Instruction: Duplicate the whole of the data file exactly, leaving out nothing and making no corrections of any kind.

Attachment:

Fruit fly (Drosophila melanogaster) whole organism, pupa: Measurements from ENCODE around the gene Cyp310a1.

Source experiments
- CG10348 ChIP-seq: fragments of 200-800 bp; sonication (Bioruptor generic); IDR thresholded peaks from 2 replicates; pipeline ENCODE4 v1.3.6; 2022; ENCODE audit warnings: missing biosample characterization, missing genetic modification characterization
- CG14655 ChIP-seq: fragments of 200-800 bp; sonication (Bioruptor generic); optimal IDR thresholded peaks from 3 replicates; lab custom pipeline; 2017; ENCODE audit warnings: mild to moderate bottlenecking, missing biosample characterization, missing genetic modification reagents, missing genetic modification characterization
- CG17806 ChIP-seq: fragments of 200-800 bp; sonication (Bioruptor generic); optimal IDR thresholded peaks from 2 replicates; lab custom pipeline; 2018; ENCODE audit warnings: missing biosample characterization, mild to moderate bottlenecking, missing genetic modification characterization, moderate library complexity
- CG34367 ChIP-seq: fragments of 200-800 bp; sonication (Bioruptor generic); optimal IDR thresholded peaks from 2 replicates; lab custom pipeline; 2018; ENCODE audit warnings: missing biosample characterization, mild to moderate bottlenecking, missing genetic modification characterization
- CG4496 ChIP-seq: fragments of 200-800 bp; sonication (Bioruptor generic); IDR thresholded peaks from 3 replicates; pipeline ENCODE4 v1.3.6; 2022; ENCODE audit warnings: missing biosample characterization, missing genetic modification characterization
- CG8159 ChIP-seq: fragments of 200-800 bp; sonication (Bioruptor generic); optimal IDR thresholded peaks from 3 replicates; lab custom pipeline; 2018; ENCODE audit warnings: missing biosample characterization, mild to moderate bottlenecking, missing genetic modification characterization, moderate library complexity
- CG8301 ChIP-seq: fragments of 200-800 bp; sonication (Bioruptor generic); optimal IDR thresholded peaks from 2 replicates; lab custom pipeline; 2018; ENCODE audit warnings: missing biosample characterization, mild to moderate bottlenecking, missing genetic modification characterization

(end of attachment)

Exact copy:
Fruit fly (Drosophila melanogaster) whole organism, pupa: Measurements from ENCODE around the gene Cyp310a1.

Source experiments
- CG10348 ChIP-seq: fragments of 200-800 bp; sonication (Bioruptor generic); IDR thresholded peaks from 2 replicates; pipeline ENCODE4 v1.3.6; 2022; ENCODE audit warnings: missing biosample characterization, missing genetic modification characterization
- CG14655 ChIP-seq: fragments of 200-800 bp; sonication (Bioruptor generic); optimal IDR thresholded peaks from 3 replicates; lab custom pipeline; 2017; ENCODE audit warnings: mild to moderate bottlenecking, missing biosample characterization, missing genetic modification reagents, missing genetic modification characterization
- CG17806 ChIP-seq: fragments of 200-800 bp; sonication (Bioruptor generic); optimal IDR thresholded peaks from 2 replicates; lab custom pipeline; 2018; ENCODE audit warnings: missing biosample characterization, mild to moderate bottlenecking, missing genetic modification characterization, moderate library complexity
- CG34367 ChIP-seq: fragments of 200-800 bp; sonication (Bioruptor generic); optimal IDR thresholded peaks from 2 replicates; lab custom pipeline; 2018; ENCODE audit warnings: missing biosample characterization, mild to moderate bottlenecking, missing genetic modification characterization
- CG4496 ChIP-seq: fragments of 200-800 bp; sonication (Bioruptor generic); IDR thresholded peaks from 3 replicates; pipeline ENCODE4 v1.3.6; 2022; ENCODE audit warnings: missing biosample characterization, missing genetic modification characterization
- CG8159 ChIP-seq: fragments of 200-800 bp; sonication (Bioruptor generic); optimal IDR thresholded peaks from 3 replicates; lab custom pipeline; 2018; ENCODE audit warnings: missing biosample characterization, mild to moderate bottlenecking, missing genetic modification characterization, moderate library complexity
- CG8301 ChIP-seq: fragments of 200-800 bp; sonication (Bioruptor generic); optimal IDR thresholded peaks from 2 replicates; lab custom pipeline; 2018; ENCODE audit warnings: missing biosample characterization, mild to moderate bottlenecking, missing genetic modification characterization